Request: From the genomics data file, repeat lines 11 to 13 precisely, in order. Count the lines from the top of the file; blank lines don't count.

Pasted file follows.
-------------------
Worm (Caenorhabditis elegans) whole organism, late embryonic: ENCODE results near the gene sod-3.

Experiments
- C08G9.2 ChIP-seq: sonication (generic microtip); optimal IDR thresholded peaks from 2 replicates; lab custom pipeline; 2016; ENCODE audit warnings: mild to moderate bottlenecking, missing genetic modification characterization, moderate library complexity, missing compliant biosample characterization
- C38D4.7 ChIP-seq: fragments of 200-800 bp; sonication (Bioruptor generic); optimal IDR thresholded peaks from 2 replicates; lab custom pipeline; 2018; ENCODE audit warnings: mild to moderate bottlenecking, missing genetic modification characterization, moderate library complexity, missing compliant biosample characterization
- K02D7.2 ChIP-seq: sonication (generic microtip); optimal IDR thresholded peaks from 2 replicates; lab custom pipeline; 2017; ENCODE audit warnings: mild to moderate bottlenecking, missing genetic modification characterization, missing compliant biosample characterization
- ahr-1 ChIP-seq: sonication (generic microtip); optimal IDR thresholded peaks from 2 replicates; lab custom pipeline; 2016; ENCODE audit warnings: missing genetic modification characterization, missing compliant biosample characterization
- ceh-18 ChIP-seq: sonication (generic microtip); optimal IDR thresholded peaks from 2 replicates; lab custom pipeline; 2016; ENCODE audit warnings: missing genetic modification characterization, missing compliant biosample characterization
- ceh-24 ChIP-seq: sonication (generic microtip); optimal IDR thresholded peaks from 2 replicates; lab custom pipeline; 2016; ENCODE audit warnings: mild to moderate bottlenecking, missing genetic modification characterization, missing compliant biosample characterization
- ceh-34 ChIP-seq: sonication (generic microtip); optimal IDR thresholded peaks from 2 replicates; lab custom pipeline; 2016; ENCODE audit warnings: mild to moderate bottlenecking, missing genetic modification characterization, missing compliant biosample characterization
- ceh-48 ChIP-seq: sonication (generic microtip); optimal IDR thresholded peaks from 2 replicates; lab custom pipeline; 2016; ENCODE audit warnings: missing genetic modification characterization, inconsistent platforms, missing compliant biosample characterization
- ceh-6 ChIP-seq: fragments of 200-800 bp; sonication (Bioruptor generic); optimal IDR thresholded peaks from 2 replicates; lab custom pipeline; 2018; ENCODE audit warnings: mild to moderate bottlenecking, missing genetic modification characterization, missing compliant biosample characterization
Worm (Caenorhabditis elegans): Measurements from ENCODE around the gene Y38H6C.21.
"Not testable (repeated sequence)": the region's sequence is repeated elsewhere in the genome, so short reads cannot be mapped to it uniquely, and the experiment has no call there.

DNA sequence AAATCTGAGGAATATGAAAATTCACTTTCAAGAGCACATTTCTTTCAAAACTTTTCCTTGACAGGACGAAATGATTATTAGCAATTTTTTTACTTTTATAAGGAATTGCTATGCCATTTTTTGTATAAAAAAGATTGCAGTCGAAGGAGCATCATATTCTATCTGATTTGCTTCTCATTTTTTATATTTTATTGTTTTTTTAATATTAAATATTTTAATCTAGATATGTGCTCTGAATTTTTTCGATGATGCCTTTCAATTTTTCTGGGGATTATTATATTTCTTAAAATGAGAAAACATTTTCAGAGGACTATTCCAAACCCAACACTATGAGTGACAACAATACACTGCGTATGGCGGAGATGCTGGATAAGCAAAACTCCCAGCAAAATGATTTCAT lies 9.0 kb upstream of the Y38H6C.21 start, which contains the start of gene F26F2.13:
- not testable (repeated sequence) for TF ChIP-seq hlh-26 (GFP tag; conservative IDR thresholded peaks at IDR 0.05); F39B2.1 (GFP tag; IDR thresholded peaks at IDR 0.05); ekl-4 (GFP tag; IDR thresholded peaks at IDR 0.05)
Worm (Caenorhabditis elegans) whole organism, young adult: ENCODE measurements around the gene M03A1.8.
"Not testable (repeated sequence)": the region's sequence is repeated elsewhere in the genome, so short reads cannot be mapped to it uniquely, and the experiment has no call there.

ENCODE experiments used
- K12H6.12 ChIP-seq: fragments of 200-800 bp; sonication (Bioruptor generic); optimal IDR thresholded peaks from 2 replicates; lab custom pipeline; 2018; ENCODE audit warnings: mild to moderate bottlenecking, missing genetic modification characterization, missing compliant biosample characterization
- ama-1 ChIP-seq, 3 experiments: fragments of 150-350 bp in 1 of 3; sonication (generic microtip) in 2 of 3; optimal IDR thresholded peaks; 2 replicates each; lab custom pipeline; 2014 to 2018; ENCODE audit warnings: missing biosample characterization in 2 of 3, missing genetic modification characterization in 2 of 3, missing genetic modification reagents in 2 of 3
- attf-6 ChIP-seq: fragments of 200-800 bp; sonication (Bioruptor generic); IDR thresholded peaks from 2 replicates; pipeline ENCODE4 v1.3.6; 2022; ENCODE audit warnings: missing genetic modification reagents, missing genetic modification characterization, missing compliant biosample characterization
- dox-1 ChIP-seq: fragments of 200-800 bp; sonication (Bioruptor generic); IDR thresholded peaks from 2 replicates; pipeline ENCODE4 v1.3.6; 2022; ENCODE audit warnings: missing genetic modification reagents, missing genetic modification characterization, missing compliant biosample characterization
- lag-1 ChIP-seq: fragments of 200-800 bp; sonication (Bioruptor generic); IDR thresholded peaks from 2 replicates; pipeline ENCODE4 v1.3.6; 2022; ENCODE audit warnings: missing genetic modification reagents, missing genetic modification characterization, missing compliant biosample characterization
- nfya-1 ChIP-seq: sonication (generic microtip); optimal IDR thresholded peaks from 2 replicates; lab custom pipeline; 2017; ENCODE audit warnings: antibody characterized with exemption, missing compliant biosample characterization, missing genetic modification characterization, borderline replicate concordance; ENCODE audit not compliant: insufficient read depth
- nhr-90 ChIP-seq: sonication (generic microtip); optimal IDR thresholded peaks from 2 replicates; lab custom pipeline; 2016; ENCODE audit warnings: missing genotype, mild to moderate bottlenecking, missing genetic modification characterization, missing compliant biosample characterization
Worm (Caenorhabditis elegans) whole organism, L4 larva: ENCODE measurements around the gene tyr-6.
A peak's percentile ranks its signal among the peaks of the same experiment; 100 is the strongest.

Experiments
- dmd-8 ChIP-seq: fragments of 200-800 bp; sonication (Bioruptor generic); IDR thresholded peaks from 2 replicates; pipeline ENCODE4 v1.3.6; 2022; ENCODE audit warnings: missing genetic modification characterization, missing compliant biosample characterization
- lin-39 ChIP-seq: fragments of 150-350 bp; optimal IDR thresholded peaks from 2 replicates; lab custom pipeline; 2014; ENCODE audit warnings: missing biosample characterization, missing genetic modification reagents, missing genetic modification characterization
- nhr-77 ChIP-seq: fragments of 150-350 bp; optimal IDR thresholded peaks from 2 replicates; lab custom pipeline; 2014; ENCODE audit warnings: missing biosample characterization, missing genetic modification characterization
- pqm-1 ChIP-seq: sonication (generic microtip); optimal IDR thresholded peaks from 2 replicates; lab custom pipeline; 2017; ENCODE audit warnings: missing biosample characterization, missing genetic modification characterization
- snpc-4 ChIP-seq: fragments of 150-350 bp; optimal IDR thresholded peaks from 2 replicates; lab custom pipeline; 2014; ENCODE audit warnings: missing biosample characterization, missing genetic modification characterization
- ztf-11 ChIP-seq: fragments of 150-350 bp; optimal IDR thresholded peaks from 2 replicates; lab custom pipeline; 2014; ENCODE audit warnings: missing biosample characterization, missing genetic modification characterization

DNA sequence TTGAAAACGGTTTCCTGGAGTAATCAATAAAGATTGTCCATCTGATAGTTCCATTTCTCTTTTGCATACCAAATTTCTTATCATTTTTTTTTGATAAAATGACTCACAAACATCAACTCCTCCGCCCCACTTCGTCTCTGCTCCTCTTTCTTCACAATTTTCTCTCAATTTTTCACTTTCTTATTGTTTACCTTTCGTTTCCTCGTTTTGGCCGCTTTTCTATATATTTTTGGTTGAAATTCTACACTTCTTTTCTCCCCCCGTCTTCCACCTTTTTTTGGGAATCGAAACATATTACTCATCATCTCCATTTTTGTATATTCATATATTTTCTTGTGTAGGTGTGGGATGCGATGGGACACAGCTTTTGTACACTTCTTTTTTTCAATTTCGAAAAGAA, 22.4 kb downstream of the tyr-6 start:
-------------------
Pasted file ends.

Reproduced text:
- ceh-6 ChIP-seq: fragments of 200-800 bp; sonication (Bioruptor generic); optimal IDR thresholded peaks from 2 replicates; lab custom pipeline; 2018; ENCODE audit warnings: mild to moderate bottlenecking, missing genetic modification characterization, missing compliant biosample characterization
Worm (Caenorhabditis elegans): Measurements from ENCODE around the gene Y38H6C.21.
"Not testable (repeated sequence)": the region's sequence is repeated elsewhere in the genome, so short reads cannot be mapped to it uniquely, and the experiment has no call there.